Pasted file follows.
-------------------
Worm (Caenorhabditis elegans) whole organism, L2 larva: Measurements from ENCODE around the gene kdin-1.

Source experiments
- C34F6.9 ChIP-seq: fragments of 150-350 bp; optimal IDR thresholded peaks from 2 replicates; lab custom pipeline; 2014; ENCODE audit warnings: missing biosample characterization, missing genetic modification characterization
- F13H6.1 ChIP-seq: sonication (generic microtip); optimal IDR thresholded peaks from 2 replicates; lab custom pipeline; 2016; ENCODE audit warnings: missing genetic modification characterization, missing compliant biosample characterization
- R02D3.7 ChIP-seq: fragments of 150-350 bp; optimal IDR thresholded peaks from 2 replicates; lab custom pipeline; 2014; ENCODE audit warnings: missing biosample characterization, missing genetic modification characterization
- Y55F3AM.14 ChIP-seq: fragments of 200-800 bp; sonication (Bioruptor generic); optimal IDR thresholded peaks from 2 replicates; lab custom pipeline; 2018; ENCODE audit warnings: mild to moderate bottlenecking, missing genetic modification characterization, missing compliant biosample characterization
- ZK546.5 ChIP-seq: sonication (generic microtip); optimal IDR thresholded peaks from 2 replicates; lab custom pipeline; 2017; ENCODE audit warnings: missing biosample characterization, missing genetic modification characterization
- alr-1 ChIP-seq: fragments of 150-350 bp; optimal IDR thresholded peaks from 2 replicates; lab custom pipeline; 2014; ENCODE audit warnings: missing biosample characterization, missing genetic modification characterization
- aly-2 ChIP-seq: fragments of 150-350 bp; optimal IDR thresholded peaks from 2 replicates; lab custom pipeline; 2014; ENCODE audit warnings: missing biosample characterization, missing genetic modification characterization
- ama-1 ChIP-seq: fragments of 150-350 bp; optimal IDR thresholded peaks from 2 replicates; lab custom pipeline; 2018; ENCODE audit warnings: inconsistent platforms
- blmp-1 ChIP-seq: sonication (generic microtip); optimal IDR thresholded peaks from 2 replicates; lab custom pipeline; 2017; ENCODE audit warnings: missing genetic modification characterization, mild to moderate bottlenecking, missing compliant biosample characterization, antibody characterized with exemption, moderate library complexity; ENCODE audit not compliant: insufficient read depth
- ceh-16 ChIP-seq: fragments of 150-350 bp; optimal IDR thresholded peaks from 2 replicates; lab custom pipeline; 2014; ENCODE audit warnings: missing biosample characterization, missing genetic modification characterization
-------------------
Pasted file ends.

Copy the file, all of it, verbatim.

Worm (Caenorhabditis elegans) whole organism, L2 larva: Measurements from ENCODE around the gene kdin-1.

Source experiments
- C34F6.9 ChIP-seq: fragments of 150-350 bp; optimal IDR thresholded peaks from 2 replicates; lab custom pipeline; 2014; ENCODE audit warnings: missing biosample characterization, missing genetic modification characterization
- F13H6.1 ChIP-seq: sonication (generic microtip); optimal IDR thresholded peaks from 2 replicates; lab custom pipeline; 2016; ENCODE audit warnings: missing genetic modification characterization, missing compliant biosample characterization
- R02D3.7 ChIP-seq: fragments of 150-350 bp; optimal IDR thresholded peaks from 2 replicates; lab custom pipeline; 2014; ENCODE audit warnings: missing biosample characterization, missing genetic modification characterization
- Y55F3AM.14 ChIP-seq: fragments of 200-800 bp; sonication (Bioruptor generic); optimal IDR thresholded peaks from 2 replicates; lab custom pipeline; 2018; ENCODE audit warnings: mild to moderate bottlenecking, missing genetic modification characterization, missing compliant biosample characterization
- ZK546.5 ChIP-seq: sonication (generic microtip); optimal IDR thresholded peaks from 2 replicates; lab custom pipeline; 2017; ENCODE audit warnings: missing biosample characterization, missing genetic modification characterization
- alr-1 ChIP-seq: fragments of 150-350 bp; optimal IDR thresholded peaks from 2 replicates; lab custom pipeline; 2014; ENCODE audit warnings: missing biosample characterization, missing genetic modification characterization
- aly-2 ChIP-seq: fragments of 150-350 bp; optimal IDR thresholded peaks from 2 replicates; lab custom pipeline; 2014; ENCODE audit warnings: missing biosample characterization, missing genetic modification characterization
- ama-1 ChIP-seq: fragments of 150-350 bp; optimal IDR thresholded peaks from 2 replicates; lab custom pipeline; 2018; ENCODE audit warnings: inconsistent platforms
- blmp-1 ChIP-seq: sonication (generic microtip); optimal IDR thresholded peaks from 2 replicates; lab custom pipeline; 2017; ENCODE audit warnings: missing genetic modification characterization, mild to moderate bottlenecking, missing compliant biosample characterization, antibody characterized with exemption, moderate library complexity; ENCODE audit not compliant: insufficient read depth
- ceh-16 ChIP-seq: fragments of 150-350 bp; optimal IDR thresholded peaks from 2 replicates; lab custom pipeline; 2014; ENCODE audit warnings: missing biosample characterization, missing genetic modification characterization